Provides an analytical narrative of the main events and developments in Soviet Russia between 1917 and 1936. This very short introduction examines the impact of the revolution on society as a whole - on different classes, ethnic groups, the army, men and women, and youth.
First published as part of the best-selling The Oxford Illustrated History of Britain, Kenneth Morgan's Very Short Introduction to Twentieth-Century Britain is a crisp analysis of the forces of consensus and of conflict in modern Britain since the First World War.
First published as part of the best-selling The Oxford Illustrated History of Britain, Christopher Harvie and Colin Matthew's Very Short Introduction to Nineteenth-Century Britain is a sharp but subtle account of remarkable economic and social change and an even more remarkable political stability.
First published as part of the best-selling The Oxford Illustrated History of Britain, Paul Langford's Very Short Introduction to Eighteenth-Century Britain spans from the aftermath of the Revolution of 1688 to Pitt the Younger's defeat at attempted parliamentary reform.
First published as part of the best-selling The Oxford Illustrated History of Britain, John Morrill's Very Short Introduction to Stuart Britain shows how in the Stuart century, a century of Revolution, political, religious, social, and economic changes came together.
First published as part of the best-selling The Oxford Illustrated History of Britain, John Gillingham and Ralph A. Griffiths' Very Short Introduction to Medieval Britain covers the establishment of the Anglo-Norman monarchy in the early Middle Ages, through to England's failure to dominate the British Isles and France in the later Middle Ages.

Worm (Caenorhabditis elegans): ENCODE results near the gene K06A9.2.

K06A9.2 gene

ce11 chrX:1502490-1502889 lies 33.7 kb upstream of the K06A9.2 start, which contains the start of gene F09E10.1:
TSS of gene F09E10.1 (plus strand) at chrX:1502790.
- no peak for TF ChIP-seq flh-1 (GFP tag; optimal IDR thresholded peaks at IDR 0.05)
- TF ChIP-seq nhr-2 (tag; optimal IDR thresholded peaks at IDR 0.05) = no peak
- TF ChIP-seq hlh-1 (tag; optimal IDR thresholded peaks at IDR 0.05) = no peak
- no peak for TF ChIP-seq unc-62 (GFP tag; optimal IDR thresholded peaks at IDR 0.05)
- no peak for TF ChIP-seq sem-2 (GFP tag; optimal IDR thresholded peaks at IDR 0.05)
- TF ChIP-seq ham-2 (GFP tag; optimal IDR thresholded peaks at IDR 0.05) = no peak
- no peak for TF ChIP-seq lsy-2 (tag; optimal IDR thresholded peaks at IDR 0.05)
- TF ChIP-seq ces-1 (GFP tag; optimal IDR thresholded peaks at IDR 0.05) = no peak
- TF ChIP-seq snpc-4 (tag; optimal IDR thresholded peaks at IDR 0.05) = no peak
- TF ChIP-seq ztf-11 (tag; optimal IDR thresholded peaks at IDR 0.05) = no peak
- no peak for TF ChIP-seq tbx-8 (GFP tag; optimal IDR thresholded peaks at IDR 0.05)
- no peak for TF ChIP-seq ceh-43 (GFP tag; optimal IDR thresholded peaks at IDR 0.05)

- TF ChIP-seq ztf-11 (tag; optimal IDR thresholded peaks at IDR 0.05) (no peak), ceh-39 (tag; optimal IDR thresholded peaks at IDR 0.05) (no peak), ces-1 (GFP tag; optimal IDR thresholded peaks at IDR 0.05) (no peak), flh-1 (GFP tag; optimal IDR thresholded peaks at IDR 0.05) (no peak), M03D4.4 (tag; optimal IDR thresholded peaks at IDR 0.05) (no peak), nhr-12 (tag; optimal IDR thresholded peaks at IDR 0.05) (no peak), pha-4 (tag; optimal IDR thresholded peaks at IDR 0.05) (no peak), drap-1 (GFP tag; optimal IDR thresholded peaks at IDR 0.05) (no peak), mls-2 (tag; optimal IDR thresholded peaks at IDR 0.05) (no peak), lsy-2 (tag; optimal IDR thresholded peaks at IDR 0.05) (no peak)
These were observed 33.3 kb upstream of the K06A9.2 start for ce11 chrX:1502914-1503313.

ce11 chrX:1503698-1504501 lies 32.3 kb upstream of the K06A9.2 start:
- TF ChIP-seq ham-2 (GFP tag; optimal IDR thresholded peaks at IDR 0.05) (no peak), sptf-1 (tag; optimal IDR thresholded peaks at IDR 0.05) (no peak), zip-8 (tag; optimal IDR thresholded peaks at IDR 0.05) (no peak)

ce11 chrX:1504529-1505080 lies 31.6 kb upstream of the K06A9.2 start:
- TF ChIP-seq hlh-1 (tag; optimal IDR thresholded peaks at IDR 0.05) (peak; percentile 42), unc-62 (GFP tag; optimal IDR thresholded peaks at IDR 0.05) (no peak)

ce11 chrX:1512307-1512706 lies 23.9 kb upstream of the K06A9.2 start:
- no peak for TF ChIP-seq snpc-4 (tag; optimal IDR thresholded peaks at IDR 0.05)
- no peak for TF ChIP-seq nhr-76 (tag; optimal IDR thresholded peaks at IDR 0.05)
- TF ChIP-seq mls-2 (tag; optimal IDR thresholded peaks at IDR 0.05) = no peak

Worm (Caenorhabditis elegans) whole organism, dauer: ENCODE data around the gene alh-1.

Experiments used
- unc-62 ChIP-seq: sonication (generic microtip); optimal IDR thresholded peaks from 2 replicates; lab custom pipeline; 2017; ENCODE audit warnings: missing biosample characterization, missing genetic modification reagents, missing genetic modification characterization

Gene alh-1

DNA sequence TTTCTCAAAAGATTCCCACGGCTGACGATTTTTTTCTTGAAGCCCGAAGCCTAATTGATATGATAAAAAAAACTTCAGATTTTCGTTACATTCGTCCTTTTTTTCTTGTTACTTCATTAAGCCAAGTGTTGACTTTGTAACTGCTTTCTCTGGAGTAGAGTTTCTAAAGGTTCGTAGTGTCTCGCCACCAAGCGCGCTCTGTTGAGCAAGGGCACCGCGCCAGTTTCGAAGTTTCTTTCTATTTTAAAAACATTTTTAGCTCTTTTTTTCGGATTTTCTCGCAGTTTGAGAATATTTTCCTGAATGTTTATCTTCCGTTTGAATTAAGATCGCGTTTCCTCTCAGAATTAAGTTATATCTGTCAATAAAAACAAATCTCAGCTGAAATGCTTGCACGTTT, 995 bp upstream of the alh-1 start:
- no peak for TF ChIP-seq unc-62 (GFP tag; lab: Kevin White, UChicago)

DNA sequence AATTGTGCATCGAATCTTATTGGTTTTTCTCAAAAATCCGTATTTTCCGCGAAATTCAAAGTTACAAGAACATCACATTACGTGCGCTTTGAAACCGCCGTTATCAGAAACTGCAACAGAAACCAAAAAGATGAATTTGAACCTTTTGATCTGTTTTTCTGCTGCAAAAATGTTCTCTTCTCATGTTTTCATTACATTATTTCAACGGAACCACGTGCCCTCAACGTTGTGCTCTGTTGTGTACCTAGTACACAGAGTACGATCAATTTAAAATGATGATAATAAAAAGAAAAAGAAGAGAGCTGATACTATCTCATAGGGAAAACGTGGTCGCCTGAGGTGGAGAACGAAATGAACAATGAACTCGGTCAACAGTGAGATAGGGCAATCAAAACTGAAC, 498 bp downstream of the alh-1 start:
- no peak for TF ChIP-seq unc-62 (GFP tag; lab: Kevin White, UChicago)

Part of "The Oxford Illustrated History of Britain", this book covers the emergence of the earliest English settlements to the Norman victory at Hastings in 1066. It offers an introduction to the political, social, religious, and cultural history of Anglo-Saxon England.
Hume is one of the greatest of all British philosophers. Hume's 'naturalist' approach to a variety of philosophical topics resulted in theories about perception, self-identity, causation, morality, politics, and religion, which are discussed in this introduction. This book gives an account of Hume's life and character.
Examines Aristotle's scientific researches, his discoveries in logic and his metaphysical theories, his work in psychology and in ethics and politics, and his ideas about art and poetry, placing his teachings in their historical context.
This book offers a concise overview of the social, cultural, and aesthetic sensibilities of the Beat Generation, explaining how their drastic visions and radical styles challenged postwar America's dominant values in ways that can still be felt in literature, cinema, music, theatre, and the visual arts.
Revolutions have shaped world politics for the last three hundred years. This volume shows why revolutions occur, how they unfold, and where they created democracies and dictatorships. Jack A. Goldstone presents the history of revolutions from America and France to the collapse of the Soviet Union, 'People Power' revolutions, and the Arab revolts.
Diaspora: A Very Short Introduction examines the origins of diaspora as a concept, its changing meanings over time, its current popularity, and its utility in explaining human migration. The book proposes a flexible approach to diaspora based on examples drawn mainly from Jewish, African, Irish, and Asian history.
This Very Short Introduction deals with the social life of language, presenting a succinct account of the most important aspects - both "micro" and "macro" - of sociolinguistics, such as language variation, language attitudes, and the relationship between language and identity.
Familiar figures - missionaries, explorers, trappers, traders, prospectors, gunfighters, cowboys, and Indians - appear in these pages. So do renowned individuals such as Daniel Boone, Thomas Jefferson, Teddy Roosevelt, and John Wayne. But their stories contribute to a history of the American West that is longer, larger, and more complicated than we were once told.
In this Very Short Introduction, Barry Stephenson approaches ritual from theoretical and historical perspectives, detailing the efforts to understand the nature and function of ritual, and developing a narrative of ritual's place in social and cultural life.